also been somewhat stable since the recession, averaging about 29,000
jobs annually from 1993 through 1997. The 35,600 jobs gained between
December 1997 and December 1998 were somewhat above trend and almost
matched the gain in the export sector.
Retail trade employment grew somewhat faster in
1998, increasing by 9,400 jobs or 2.4 percent, its second best
performance in the 1990s. Restaurants accounted for 3,800 jobs,
although this was about one-third less than last years gain.
Apparel stores added 3,000 jobs, the best increase for this sector
in over ten years.
After several years of slowing due to consolidations,
the growth of managed care, and government cutbacks, growth in health
service employment rose to 8,400 jobs in 1998, up from a 6,000 gain
in 1997. Nonetheless, future growth in the medical sector will remain
constrained by these trends. Social services gained 5,600 jobs in
1998, reflecting an increased reliance by the City on private providers
in such areas as foster care and homeless services.
Reflecting the hot real estate market, and the
increased demand for renovations, construction employment grew by
7,900 jobs or 8.2 percent. This was the best growth in construction
since the mid-1980s building boom, and the fastest rate of growth
of any major industry in the City. In general, construction trends
in the City have paralleled those in the surrounding region.
Government employment was flat in 1998 following
an increase of 12,400 jobs in 1997. This is a reversal of the downsizing
that occurred from 1994 through 1996, when 43,200 government jobs
Downstate Drives Statewide Employment Growth
Most of New York States employment growth
continues to come from the downstate regions (see Figure 4), although
upstate has improved slightly. Overall State employment grew by
2 percent or 162,000 jobs on an average annual basis in 1998.
In the downstate region, New York City grew by 2.4 percent
or 82,000 jobs, Nassau-Suffolk grew by 2.5 percent or 28,000
jobs, and Westchester-Rockland by 2.4 percent or 12,000 jobs.
These areas represent three-quarters of the total statewide increase
in employment, but less than two-thirds of the employment base.
The four major upstate metro areas Albany,
Buffalo, Rochester, and Syracuse together grew by 1 percent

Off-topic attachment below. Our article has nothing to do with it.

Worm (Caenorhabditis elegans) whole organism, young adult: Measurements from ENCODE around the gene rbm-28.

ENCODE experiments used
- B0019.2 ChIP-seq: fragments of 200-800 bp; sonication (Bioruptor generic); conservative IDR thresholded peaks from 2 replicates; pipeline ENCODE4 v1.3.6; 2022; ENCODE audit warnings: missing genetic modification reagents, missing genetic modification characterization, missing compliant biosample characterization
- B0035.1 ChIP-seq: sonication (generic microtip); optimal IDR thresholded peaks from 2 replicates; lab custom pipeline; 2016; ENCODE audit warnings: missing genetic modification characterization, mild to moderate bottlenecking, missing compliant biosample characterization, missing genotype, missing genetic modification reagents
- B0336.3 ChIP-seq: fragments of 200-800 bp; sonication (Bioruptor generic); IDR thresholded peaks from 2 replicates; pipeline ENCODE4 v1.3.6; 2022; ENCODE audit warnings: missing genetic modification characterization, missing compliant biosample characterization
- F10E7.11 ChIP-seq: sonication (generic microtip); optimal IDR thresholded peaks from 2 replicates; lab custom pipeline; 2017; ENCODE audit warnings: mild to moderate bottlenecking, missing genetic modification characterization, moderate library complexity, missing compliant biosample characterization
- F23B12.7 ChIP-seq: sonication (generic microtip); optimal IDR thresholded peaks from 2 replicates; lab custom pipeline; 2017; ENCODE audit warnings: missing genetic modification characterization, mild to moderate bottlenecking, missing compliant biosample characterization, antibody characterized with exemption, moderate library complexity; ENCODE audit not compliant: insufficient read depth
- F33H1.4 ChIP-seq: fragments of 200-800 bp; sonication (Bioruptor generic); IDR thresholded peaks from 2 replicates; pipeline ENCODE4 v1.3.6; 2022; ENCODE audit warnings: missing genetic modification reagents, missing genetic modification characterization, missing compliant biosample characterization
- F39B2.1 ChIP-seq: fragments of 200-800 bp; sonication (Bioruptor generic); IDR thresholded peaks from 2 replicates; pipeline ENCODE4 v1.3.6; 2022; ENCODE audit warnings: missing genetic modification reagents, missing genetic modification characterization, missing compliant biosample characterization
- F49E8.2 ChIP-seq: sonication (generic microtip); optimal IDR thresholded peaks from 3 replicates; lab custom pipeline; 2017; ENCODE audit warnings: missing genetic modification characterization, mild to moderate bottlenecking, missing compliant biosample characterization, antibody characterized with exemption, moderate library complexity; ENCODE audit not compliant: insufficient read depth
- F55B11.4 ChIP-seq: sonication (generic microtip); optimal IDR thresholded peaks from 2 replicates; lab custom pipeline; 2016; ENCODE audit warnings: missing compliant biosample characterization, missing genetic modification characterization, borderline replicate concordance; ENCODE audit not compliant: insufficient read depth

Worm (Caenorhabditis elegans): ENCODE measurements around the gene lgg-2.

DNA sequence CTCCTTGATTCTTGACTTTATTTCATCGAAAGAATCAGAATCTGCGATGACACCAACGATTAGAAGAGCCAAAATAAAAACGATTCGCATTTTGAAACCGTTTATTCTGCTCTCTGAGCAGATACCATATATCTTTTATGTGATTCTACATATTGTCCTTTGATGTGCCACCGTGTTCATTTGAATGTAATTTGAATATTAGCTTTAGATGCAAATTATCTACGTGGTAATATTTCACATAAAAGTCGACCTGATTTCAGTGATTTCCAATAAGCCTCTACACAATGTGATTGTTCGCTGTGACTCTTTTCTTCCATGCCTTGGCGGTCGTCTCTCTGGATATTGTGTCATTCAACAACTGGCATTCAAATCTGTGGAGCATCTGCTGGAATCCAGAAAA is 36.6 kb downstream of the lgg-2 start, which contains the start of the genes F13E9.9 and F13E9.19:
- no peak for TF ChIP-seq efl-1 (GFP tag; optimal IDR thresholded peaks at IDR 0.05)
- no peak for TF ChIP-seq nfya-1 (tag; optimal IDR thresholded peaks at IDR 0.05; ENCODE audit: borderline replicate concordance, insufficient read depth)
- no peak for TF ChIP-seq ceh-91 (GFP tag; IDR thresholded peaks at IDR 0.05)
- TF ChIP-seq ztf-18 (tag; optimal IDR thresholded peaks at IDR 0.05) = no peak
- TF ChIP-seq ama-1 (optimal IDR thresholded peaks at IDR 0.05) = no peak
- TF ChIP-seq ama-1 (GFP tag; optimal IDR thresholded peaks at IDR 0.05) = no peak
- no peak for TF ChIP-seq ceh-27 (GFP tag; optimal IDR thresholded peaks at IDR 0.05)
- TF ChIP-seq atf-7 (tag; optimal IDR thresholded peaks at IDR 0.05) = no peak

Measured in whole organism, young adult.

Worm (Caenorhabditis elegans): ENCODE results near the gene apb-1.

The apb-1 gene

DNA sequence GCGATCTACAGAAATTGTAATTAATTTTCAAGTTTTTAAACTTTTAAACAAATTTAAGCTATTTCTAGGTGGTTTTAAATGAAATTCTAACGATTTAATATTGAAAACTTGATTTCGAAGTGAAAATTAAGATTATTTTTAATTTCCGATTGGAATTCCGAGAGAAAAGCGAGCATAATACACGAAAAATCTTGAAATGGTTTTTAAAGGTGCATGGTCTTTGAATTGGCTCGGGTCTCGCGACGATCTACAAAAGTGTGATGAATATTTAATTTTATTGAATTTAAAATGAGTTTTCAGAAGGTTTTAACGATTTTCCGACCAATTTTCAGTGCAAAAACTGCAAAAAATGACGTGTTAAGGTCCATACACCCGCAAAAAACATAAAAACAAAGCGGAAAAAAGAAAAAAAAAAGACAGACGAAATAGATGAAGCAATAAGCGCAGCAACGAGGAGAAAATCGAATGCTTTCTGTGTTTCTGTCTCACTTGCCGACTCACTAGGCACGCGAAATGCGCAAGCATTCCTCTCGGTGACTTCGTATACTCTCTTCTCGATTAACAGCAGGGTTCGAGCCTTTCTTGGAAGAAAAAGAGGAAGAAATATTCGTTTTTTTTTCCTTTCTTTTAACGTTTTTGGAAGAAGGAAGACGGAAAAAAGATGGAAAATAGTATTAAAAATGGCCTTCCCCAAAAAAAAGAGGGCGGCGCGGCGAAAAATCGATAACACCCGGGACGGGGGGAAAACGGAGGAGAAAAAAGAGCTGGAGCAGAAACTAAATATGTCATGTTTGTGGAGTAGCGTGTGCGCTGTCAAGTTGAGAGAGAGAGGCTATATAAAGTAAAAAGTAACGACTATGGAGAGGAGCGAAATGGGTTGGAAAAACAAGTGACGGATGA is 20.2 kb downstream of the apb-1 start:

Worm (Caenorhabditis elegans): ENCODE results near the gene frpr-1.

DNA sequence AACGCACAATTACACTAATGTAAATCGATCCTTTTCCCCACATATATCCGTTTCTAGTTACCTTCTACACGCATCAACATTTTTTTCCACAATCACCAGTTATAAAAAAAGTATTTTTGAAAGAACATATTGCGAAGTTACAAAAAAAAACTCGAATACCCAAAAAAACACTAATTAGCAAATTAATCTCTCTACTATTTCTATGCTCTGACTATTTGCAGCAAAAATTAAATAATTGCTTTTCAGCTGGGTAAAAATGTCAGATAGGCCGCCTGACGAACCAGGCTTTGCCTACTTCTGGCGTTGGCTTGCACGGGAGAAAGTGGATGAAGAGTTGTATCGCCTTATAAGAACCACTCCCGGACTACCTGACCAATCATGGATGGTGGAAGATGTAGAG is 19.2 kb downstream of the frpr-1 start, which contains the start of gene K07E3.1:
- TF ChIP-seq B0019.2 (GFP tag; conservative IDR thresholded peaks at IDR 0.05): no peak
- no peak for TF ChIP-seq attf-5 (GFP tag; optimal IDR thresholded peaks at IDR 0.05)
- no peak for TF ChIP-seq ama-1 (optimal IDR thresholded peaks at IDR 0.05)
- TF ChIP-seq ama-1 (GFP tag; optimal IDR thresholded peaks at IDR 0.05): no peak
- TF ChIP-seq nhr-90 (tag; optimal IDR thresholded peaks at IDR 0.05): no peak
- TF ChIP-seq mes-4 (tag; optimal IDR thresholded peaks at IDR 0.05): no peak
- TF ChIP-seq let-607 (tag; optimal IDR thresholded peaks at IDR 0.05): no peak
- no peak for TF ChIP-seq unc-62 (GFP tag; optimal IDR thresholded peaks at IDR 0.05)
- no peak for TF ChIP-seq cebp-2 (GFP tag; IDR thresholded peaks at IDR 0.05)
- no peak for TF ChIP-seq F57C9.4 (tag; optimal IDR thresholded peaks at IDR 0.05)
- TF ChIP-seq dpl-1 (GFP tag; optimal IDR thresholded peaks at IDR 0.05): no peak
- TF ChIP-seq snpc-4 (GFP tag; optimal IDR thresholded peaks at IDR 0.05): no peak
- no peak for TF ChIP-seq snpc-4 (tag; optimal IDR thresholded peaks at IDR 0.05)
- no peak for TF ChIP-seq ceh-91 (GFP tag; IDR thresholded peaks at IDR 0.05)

or 18,000 jobs in 1998, stronger than originally reported prior
to the recent revisions, especially in such industries as manufacturing,
construction, and services.
Services accounted for most of the growth across
New York State in 1998. While business services grew everywhere,
health services did much better downstate. Likewise, construction
grew rapidly in all areas, but trade performed better downstate.
Wall Street Performed Better Than Initially Expected
After earning a record $12.2 billion in 1997, Wall
Street profits declined by 20 percent to $9.7 billion
in 1998. Even so, earnings in the last two years have been the highest
on record. Profits derived from underwriting activity continued
to increase in 1998, as did fees from merger and acquisition activities,
although in both of these areas most of the business occurred in
the first half of the year. However, while revenues rose by 17.3 percent,
expenses rose by 20.8 percent, primarily driven by higher interest
expense and compensation to employees.
As a result of the decline in profits last year,
we estimate that Wall Street bonuses fell to $11.3 billion
in 1998 from $12.3 billion in 1997. However, such record-breaking
levels of bonuses are still having profound effects on revenue collections
in New York City. Personal income tax withholding collections have
risen by 13.7 percent during the first eight months of FY 1999,
which include the months of December through February when many
bonuses are paid, after growing by 17.7 percent in all of FY
1998. Although year-to-date business tax collections have declined
from last years levels, they are much higher than originally
forecast by the City because of the attainment of higher Wall Street
profit levels than had been expected.